Nirvana Out of Pyjamas

(The New Zealand Herald)

silverchairThose precocious Australians in silverchair have just cut their third album. Nick Smith finds out what it's like to be 19 and world famous.

"Angst Merchants in Touchy-feely Shock."

That could be the headline to describe silverchair's recording sessions for Neon Ballroom, the Australian rock trio's third album and first since finishing college.

Hugging, kissing, love and affection ... and that's just the first song, Emotion Sickness.

Actually, all the hugging and kissing was confined to that one song, says drummer Ben Gillies, and is attributable to the presence of David Helfgott, the inimitable Australian pianist and subject of the Oscar-winning movie, Shine.

Helfgott lets his ivory-tinkling fingers do the talking all over the opening power ballad, lending an air of insanity to the rich orchestration.

Helfgott was irrepressible in the studio, says Gillies, incessantly "hugging, kissing, mumbling. He's a very affectionate man ... the day in the studio was very memorable. It wasn't uncomfortable that he was always hugging and kissing -- it's just him and you have to accept it."

The trio were thrilled that Helfgott agreed to lend his manic musical charms to the song, which also features the Sydney Symphony Orchestra.

Gillies says it is the first time Helfgott has played rock.

"He was saying [silverchair's music] was classical jazz. That was his description of it, which we thought was kind of funny. But he really seemed to enjoy playing on it and seemed to enjoy the fact that he was doing something really different for him as well.

"The whole reason we got [Helfgott] was because Daniel Johns [guitarist, singer and songwriter] said he wanted a manic piano part, and who better than a fellow Australian and one of the most renowned piano players in the world."

So silverchair have left school, grown up and are playing with real orchestras and classical pianists. The record company and the band, all at the grand old age of 19, are promoting Neon Ballroom as silverchair's mature album.

And why not. Even by rock 'n' roll standards, to be cutting your third album by age 19 is extraordinary.

"I definitely think it's a mature album," says Gillies. "The reason we have done this album now is we started so young."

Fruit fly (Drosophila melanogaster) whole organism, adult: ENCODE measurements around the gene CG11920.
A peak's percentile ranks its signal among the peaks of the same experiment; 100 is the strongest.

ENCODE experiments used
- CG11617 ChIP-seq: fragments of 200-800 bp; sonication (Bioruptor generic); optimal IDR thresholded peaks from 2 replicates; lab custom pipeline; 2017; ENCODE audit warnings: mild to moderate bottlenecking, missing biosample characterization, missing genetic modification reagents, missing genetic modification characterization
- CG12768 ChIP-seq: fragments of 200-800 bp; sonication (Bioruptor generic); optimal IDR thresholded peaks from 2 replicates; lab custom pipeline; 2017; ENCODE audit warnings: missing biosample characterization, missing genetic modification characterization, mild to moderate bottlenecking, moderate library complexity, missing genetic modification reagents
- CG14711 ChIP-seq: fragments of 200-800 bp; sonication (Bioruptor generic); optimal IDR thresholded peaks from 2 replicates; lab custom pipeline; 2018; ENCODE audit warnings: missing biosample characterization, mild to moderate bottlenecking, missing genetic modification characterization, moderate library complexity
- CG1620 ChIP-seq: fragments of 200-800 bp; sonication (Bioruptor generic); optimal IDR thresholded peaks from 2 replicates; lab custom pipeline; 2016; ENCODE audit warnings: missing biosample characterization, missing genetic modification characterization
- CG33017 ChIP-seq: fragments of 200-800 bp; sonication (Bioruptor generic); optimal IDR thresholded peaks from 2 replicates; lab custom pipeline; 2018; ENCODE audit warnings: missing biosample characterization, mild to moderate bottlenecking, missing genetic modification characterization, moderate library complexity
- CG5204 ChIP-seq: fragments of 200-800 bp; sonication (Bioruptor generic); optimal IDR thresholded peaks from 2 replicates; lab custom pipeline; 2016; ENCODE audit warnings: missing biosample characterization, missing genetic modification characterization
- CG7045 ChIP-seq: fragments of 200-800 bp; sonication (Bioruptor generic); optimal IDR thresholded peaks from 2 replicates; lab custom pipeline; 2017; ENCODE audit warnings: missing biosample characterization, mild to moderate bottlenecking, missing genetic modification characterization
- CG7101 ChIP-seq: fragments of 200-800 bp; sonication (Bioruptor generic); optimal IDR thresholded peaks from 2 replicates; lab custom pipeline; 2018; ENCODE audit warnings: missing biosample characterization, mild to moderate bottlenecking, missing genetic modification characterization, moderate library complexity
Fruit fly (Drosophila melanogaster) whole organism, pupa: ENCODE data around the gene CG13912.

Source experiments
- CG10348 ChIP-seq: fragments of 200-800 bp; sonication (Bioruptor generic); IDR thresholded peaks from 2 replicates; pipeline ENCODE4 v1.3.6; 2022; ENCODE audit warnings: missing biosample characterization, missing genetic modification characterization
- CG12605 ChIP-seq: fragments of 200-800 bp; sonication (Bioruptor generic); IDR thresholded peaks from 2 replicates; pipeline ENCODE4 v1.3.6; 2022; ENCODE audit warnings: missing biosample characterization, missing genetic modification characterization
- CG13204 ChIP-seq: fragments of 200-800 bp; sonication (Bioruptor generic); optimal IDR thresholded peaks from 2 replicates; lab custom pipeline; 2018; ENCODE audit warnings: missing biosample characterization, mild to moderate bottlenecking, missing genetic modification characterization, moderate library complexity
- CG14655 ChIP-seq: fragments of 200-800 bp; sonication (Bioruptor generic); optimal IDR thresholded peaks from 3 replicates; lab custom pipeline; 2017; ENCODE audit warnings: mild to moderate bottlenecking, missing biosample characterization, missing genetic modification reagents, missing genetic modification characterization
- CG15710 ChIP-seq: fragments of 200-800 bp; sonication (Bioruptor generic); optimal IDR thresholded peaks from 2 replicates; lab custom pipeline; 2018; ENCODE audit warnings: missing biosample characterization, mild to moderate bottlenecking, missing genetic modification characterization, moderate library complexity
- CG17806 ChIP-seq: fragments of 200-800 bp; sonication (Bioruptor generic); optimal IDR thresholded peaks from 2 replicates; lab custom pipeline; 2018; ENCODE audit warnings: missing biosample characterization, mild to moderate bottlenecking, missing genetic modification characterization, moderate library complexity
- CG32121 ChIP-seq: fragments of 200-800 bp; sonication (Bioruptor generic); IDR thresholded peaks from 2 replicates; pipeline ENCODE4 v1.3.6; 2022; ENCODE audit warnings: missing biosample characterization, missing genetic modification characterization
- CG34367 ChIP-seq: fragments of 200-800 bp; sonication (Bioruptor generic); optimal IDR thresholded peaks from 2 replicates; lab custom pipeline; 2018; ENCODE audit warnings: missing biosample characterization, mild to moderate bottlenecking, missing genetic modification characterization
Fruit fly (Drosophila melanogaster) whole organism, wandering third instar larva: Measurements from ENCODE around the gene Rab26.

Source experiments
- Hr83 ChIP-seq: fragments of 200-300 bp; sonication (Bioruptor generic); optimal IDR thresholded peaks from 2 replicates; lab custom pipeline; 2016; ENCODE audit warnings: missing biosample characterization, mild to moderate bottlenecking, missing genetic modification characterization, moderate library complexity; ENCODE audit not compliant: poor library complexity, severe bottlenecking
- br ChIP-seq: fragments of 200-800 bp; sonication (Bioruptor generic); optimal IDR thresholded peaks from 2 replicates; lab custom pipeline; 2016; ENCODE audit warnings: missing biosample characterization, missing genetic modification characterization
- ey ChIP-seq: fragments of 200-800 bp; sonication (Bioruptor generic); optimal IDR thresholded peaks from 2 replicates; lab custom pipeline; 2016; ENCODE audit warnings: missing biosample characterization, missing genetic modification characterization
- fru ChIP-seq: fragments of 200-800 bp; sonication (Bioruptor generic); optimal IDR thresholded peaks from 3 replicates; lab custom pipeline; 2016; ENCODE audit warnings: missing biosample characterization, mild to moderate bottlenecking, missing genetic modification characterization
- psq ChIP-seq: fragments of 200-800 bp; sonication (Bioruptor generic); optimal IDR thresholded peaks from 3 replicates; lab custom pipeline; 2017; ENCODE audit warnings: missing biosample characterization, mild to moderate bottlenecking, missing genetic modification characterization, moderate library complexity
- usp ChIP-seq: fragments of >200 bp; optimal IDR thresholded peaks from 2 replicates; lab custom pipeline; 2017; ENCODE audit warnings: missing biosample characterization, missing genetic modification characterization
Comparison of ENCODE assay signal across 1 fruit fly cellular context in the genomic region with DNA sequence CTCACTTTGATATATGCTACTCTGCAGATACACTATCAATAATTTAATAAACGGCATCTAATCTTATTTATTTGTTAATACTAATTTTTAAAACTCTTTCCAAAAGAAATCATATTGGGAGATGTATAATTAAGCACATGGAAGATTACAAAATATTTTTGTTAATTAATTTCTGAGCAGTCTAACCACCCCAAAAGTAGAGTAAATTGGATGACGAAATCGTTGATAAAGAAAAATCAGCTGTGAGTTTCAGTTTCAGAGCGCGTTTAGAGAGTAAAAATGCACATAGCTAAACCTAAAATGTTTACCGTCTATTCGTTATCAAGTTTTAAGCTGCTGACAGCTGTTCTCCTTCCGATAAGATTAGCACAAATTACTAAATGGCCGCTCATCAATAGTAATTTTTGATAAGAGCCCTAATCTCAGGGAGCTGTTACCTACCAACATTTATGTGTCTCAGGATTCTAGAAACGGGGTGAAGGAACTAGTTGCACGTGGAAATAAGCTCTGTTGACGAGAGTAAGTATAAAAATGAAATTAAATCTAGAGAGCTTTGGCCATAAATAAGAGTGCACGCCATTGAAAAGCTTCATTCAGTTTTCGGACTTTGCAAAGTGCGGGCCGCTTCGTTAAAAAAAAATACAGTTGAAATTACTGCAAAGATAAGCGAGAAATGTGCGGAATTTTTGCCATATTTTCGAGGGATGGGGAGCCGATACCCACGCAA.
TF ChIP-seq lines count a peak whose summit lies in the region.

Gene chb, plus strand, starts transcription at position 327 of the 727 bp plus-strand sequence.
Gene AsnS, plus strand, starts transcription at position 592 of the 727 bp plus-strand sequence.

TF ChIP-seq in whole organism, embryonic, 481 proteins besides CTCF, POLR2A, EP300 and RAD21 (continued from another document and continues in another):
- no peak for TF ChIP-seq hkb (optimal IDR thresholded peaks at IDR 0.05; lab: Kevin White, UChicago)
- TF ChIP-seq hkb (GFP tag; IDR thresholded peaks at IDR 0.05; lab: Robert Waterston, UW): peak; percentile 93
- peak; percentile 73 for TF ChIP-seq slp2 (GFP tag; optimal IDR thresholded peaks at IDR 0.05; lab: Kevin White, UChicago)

Indeed, the trio recorded the multi-million-selling frogstomp at the precocious age of 15, following it up with the only marginally less successful Freak Show two years later.

Because the band started playing at such a young age, they are musically mature beyond their years. "If we started now what we did at 12, we would be doing what we're doing now at 30," explains Gillies.

They have also worked hard at ditching the ghost of Kurt Cobain, but less successfully. For years, silverchair was taunted with the tag "Nirvana in pyjamas," and although they may now be more sartorially sophisticated, the obvious influence remains.

All of which cuts no ice with Gillies. "If anyone came up to me now and said, `That really sounds like Nirvana,' I'd just be like -- `You have no idea about music.' It doesn't sound anything like Nirvana."

Sure, the music is denser, and some of the song structures more elaborate, but Cobain's spectral presence is unmistakable in the ever-present angst mustered by singer Johns and band.

Which is not necessarily a bad thing. If you are going to imitate, mimic the best, and silverchair patently have the talent and desire to forge their own musical voice. They're only 19, after all.

There are no definite plans to tour New Zealand but Gillies hopes to make the trip sometime this year. Godzone has proved a troublesome market for the trio.

"The first time we went there it was really positive," says Gillies. "The album was going really well and there was a big buzz happening. But then when we went back the second time ... it was probably one of the only places where our fan base didn't stay as big as in, say, the United States or in Australia.

"It's kind of like the only place that has happened. It's really funny, New Zealand."

Not that the band are sweating tears over the New Zealand market. They have bigger fish to fry. Silverchair again tour America, home to their biggest audience, before again attempting to crack the European market. After that are gigs aplenty in their homeland, not to mention some much needed rest and recreation.

Home is still the industrial town of Newcastle -- "We're still in Newie," says Gillies. "We're really homegrown boys and we really enjoy coming home, seeing friends, family and recharging our batteries."

He seems refreshingly realistic about the music business and his and the band's future. Now finally able to concentrate on writing, recording and playing without the distraction of studying and exams, there are no immediate plans to pursue a tertiary education.

Gillies wants to go to university eventually, "but I'll wait until we break up."

Silverchair is not a job for life, he says, predicting its demise in three to five years. "It's not that I don't enjoy it, it's just that it's such a once-in-a-lifetime thing.

"If I look back to when I first started playing, I couldn't imagine seeing us here, particularly when you look out at the crowd, like at a big concert, with 10,000 or something like that.

"We're more well off then your average 19-year-olds, but basically we have to keep working. People probably think we've got so much money that we can stop now and live like kings, but believe me we can't."